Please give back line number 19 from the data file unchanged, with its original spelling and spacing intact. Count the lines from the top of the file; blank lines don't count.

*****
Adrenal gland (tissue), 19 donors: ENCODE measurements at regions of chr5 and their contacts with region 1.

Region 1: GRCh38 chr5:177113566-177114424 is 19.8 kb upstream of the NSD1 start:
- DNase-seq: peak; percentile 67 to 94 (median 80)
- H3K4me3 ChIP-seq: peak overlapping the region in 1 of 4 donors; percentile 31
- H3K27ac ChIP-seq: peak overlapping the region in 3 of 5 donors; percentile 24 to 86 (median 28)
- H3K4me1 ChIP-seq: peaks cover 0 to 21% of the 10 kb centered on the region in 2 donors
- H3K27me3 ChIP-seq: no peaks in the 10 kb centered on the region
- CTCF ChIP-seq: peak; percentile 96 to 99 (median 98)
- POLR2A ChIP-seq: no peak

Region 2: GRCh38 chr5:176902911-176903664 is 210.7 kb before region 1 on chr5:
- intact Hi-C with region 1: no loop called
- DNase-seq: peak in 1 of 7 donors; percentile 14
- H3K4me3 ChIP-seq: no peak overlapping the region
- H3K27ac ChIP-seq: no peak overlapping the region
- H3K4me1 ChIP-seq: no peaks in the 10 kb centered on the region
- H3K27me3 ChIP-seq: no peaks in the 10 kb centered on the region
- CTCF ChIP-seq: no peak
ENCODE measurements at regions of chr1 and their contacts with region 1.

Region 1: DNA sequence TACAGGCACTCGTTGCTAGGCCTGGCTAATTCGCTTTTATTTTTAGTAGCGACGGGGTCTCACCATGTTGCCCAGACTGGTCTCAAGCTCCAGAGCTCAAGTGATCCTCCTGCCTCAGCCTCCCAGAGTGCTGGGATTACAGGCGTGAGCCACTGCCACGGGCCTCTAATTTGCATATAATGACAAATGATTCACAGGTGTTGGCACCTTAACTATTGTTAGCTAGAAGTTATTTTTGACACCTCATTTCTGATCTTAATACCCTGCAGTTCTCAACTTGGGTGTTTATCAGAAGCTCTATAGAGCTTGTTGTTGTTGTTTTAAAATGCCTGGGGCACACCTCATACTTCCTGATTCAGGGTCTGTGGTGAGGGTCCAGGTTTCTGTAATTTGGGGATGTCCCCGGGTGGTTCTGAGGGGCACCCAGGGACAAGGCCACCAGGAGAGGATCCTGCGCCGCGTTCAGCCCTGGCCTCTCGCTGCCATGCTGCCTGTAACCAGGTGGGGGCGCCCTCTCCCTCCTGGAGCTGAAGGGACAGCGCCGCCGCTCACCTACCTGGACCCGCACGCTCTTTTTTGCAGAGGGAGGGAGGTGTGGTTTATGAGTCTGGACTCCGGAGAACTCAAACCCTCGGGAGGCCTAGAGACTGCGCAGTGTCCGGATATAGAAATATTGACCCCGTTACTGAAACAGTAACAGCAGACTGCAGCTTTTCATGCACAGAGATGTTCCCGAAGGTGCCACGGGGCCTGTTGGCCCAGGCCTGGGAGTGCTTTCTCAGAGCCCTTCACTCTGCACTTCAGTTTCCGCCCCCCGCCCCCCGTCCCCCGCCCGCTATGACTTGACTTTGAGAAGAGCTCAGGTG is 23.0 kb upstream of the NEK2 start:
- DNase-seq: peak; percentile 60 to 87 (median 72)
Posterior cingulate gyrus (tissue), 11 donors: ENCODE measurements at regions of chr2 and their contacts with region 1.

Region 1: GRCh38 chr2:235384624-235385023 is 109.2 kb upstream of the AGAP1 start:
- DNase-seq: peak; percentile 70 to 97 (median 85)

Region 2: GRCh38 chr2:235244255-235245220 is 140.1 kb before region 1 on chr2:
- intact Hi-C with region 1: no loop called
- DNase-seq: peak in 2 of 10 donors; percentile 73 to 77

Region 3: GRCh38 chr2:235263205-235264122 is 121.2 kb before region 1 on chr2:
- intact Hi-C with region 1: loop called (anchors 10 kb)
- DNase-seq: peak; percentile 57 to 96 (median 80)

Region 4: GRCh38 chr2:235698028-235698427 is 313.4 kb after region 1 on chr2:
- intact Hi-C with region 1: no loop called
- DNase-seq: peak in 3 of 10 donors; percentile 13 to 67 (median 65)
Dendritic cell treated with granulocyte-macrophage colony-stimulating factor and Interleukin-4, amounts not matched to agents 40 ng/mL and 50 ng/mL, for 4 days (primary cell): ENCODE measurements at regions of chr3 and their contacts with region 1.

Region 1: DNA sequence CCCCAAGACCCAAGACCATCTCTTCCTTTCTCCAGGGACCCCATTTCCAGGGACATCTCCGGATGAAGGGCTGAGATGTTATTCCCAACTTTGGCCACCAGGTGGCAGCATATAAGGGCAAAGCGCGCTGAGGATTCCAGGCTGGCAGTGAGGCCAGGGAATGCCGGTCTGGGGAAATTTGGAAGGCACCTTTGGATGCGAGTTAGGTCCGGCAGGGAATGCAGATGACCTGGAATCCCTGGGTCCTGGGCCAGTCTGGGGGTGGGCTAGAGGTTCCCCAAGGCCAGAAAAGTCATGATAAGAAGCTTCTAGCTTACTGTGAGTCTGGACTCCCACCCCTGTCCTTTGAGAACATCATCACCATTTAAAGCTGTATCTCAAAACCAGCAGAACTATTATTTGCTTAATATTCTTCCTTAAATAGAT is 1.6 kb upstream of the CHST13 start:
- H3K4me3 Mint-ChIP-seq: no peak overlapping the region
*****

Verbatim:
Region 1: DNA sequence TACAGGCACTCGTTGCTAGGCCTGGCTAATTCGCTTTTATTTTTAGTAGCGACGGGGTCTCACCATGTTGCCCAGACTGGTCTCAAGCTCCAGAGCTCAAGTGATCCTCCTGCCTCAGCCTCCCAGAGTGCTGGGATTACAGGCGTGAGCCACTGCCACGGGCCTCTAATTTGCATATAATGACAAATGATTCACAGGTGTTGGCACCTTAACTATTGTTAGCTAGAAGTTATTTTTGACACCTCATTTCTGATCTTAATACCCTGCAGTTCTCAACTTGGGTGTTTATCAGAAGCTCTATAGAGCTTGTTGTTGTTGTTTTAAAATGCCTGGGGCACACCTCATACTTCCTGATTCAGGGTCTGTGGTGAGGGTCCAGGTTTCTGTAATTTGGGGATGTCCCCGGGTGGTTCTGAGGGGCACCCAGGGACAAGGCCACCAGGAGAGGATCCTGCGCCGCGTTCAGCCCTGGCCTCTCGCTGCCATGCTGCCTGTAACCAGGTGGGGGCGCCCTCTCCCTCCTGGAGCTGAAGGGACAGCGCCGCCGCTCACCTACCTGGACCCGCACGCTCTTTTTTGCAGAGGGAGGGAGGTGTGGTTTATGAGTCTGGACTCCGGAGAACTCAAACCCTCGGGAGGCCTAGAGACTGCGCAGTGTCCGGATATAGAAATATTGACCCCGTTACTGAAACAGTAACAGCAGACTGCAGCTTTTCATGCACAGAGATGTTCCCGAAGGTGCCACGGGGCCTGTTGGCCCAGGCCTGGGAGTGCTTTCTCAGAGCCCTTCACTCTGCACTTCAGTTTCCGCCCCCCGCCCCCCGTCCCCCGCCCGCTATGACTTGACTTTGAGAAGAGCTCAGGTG is 23.0 kb upstream of the NEK2 start: